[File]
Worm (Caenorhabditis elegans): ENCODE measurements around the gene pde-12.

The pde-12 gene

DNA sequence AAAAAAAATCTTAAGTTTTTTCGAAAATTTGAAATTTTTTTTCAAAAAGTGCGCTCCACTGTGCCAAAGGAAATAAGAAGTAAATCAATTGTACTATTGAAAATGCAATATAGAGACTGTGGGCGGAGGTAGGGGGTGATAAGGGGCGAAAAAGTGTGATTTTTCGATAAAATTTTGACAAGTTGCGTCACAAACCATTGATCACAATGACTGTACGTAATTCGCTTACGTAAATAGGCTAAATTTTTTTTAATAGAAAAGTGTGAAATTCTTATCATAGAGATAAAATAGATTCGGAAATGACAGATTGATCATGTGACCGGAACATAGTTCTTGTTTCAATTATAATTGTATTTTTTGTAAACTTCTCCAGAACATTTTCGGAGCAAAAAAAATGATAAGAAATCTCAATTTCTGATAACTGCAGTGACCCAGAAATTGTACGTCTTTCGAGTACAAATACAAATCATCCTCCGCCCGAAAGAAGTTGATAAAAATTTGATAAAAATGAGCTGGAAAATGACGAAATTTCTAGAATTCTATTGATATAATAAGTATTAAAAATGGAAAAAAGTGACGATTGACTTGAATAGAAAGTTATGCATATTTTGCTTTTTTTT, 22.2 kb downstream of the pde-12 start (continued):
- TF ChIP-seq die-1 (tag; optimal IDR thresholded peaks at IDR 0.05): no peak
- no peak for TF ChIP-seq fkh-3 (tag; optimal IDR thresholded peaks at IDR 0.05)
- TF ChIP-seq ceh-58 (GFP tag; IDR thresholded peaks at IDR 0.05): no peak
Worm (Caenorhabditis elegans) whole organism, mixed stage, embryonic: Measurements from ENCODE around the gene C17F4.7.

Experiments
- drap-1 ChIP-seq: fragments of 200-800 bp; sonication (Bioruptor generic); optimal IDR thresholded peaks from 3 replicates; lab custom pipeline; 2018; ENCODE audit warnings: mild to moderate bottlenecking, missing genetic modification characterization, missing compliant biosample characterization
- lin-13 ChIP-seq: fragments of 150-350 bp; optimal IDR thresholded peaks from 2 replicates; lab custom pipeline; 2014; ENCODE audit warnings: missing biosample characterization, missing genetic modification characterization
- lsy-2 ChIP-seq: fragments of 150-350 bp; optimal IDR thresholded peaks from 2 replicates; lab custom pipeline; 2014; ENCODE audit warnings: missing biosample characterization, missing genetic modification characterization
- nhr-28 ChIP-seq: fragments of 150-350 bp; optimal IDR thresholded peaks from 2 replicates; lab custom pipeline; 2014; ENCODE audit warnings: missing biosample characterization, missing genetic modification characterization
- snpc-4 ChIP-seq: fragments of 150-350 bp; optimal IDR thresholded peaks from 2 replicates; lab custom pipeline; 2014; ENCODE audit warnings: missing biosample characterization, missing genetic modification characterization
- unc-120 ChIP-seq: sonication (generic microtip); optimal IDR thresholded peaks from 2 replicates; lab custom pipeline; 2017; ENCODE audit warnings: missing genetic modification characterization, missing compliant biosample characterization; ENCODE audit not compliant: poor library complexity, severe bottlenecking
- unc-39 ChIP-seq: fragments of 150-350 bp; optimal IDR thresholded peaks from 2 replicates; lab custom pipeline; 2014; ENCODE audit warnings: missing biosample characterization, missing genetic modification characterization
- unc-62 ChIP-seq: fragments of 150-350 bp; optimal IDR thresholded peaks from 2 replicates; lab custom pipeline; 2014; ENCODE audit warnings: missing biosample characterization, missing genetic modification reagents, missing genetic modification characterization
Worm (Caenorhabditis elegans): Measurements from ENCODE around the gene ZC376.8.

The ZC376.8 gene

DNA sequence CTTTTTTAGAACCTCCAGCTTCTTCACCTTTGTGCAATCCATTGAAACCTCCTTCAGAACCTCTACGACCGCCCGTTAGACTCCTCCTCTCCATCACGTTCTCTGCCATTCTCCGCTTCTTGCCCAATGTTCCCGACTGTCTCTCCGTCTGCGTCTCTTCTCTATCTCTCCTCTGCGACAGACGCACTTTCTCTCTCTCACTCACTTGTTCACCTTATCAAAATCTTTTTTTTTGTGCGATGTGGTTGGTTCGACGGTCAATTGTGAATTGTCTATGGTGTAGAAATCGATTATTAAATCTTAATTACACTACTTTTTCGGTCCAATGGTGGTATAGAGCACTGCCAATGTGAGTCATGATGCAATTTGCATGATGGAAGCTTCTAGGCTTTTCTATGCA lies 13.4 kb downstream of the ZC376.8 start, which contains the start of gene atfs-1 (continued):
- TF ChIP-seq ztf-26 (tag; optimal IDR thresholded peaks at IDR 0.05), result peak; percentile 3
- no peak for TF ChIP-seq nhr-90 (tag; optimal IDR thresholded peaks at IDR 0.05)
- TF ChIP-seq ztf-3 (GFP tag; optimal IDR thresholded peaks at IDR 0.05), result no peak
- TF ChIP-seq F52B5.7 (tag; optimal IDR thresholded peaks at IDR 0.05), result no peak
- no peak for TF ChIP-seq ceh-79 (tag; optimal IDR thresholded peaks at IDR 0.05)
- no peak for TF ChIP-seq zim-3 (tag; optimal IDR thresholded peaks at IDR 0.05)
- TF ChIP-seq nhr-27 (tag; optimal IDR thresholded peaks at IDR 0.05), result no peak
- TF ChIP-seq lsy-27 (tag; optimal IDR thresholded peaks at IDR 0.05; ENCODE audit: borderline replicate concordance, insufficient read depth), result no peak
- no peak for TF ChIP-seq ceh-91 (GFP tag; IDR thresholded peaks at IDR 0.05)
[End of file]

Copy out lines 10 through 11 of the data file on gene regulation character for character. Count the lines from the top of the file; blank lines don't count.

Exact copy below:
- lin-13 ChIP-seq: fragments of 150-350 bp; optimal IDR thresholded peaks from 2 replicates; lab custom pipeline; 2014; ENCODE audit warnings: missing biosample characterization, missing genetic modification characterization
- lsy-2 ChIP-seq: fragments of 150-350 bp; optimal IDR thresholded peaks from 2 replicates; lab custom pipeline; 2014; ENCODE audit warnings: missing biosample characterization, missing genetic modification characterization